Archive for the ‘Authorized Version’ Category

Authorised Version – Excellent but imperfect

August 16, 2010

In the Authorized Version, unfortunately, diatheke is often translated ‘testament’ in the New Testament, but this has the effect of obscuring its real force. For example,in Heb. 9:20 the Authorized Version says that when Moses had delivered the original summary of the law to Israel he sacrificed various animals and sprinkled their blood and said: ‘this is the blood of the testament which God hath enjoined unto you’. But of course, Moses said something rather different, as we can see even in the Authorized Version by turning up the passage quoted, Exod. 24:8, where we are told that Moses said: ‘Behold the blood of the covenant, which the LORD hath made with you concerning all these words’. The fault does not lie with the writer to the Hebrews, who used the Greek word diatheke quite properly in its sense of ‘covenant’ (as he found it used in the Greek Septuagint version of Exod. 24:8); the mistake lies with the English translation ‘testament’, following the Latin translation testamentum.[1] In the earlier days of Latin speaking Christianity, indeed, another word than testamentum was frequently used to represent Greek diatheke; This was the Latin word instrumentum, which in this connection was much more suitable. If the use of instrumentum had prevailed, and its English derivative ‘instrument’ had been employed in the titles of the two parts of the Bible, it would bave been more satisfactory, for ‘instrument’ can be used in the sense of ‘agreement’. So far as English is concerned, however, ‘covenant’ is an even better word than ‘instrument’, for ‘covenant’ is a perfectly well-known word meaning a particularly solemn and binding form of agreement. Indeed, the special Bible sense of ‘covenant’ goes still farther: it conveys the idea of mutual ‘belonging’, of incorporation into the family, of a marriage-bond,[2] solemnly ratiiied by the shedding of blood (whence the Hebrew term for making a covenant literally means ‘cutting a covenant’).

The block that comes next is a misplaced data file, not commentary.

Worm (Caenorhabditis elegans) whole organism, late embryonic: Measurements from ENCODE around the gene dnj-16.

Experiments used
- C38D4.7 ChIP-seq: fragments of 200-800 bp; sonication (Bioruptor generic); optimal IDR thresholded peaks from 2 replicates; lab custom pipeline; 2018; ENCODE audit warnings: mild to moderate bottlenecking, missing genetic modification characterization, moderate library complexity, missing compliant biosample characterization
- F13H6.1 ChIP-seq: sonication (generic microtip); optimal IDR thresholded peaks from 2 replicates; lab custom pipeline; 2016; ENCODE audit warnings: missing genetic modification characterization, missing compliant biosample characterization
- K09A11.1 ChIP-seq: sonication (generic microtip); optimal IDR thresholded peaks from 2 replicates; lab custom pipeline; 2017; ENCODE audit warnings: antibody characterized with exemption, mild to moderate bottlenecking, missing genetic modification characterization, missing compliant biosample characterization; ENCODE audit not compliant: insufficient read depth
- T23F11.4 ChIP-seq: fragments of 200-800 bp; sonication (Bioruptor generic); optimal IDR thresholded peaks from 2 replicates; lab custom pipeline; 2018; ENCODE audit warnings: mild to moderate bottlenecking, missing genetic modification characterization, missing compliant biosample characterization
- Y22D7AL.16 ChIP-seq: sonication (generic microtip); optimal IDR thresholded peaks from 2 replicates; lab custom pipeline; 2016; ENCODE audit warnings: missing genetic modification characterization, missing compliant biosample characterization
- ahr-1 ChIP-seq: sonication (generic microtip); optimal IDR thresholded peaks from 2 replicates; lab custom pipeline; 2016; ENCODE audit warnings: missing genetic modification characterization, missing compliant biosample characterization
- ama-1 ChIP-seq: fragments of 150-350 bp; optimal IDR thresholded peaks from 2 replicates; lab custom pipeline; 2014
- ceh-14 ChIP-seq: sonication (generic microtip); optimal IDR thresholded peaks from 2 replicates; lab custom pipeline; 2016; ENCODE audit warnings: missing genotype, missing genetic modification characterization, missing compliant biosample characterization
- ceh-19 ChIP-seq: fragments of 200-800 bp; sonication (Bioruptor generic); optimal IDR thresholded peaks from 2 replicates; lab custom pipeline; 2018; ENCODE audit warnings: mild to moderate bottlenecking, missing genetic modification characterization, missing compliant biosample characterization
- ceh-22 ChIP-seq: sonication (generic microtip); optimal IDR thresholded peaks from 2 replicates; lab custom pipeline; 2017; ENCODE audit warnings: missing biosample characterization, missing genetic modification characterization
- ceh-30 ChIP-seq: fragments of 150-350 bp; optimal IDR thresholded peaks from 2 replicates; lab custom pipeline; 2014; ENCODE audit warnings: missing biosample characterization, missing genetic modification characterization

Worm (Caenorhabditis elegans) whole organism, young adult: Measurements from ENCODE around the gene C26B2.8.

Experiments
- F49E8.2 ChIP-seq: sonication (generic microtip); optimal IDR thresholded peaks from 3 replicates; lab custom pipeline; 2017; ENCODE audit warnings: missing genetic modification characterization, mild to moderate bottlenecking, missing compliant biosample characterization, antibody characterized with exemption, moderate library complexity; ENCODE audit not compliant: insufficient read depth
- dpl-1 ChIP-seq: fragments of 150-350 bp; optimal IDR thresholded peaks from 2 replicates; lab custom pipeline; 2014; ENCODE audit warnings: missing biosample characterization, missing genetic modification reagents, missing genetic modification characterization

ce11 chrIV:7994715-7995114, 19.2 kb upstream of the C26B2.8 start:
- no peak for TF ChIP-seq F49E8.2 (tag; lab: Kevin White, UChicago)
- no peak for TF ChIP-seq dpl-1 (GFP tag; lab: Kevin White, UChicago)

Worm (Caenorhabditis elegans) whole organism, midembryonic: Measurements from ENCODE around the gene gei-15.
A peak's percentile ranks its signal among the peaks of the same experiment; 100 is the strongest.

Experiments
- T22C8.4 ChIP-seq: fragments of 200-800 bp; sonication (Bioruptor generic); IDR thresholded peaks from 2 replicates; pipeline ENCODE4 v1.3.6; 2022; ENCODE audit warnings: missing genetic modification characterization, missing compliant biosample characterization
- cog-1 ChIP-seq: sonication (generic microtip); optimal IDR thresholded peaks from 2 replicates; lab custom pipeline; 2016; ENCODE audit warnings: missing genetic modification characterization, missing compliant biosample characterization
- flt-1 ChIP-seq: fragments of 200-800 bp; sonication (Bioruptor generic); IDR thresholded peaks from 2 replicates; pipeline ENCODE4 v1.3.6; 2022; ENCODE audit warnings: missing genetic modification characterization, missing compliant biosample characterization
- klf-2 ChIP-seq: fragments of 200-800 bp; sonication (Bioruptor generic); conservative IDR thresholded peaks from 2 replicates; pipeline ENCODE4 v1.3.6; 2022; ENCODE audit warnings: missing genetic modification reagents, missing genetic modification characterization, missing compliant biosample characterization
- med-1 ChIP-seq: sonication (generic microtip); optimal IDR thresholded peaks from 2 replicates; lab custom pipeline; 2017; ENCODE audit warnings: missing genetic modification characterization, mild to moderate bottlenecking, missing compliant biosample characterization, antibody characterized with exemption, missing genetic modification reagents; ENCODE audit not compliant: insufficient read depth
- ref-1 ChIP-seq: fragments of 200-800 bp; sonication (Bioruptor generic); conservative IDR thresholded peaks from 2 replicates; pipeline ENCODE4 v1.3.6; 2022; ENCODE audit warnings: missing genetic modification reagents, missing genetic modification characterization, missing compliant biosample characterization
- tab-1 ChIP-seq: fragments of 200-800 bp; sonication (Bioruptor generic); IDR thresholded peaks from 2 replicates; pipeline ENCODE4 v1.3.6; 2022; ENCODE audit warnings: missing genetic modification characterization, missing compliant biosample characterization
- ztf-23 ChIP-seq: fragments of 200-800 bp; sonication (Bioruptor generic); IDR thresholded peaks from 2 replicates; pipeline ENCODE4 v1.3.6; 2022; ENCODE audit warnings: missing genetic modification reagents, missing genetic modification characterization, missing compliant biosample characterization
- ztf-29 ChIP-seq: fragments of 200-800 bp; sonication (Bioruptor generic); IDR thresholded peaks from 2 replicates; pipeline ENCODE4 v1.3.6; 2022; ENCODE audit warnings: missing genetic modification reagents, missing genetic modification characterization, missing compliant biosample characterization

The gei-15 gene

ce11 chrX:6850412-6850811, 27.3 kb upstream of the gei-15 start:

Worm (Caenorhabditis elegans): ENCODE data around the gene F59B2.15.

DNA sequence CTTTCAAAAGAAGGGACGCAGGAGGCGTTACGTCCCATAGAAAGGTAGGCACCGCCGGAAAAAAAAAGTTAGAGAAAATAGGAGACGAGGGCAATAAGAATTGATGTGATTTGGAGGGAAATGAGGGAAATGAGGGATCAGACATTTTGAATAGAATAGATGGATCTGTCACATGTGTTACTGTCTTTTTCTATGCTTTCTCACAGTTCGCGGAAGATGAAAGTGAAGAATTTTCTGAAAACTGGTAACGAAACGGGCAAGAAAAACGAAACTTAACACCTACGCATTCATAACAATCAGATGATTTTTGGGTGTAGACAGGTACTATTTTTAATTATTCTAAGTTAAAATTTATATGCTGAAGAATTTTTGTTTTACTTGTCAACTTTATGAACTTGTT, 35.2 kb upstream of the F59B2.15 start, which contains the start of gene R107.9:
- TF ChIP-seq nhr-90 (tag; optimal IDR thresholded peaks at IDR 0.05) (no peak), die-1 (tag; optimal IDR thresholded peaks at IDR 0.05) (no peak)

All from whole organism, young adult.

We may, therefore, replace the word ‘Testament’ by the word ‘Covenant’ in the titles of the two parts of the Bible, and call them respectively, ‘The Books of the Old Covenant,’ and ‘The Books of the New Covenant’. If we think of the Bible as comprising these two collections, we shall be well on our way to understanding what the Bible is and what it contains.

F.F.Bruce, The Books and the Parchment, Pickering and Inglis, 1950, p.74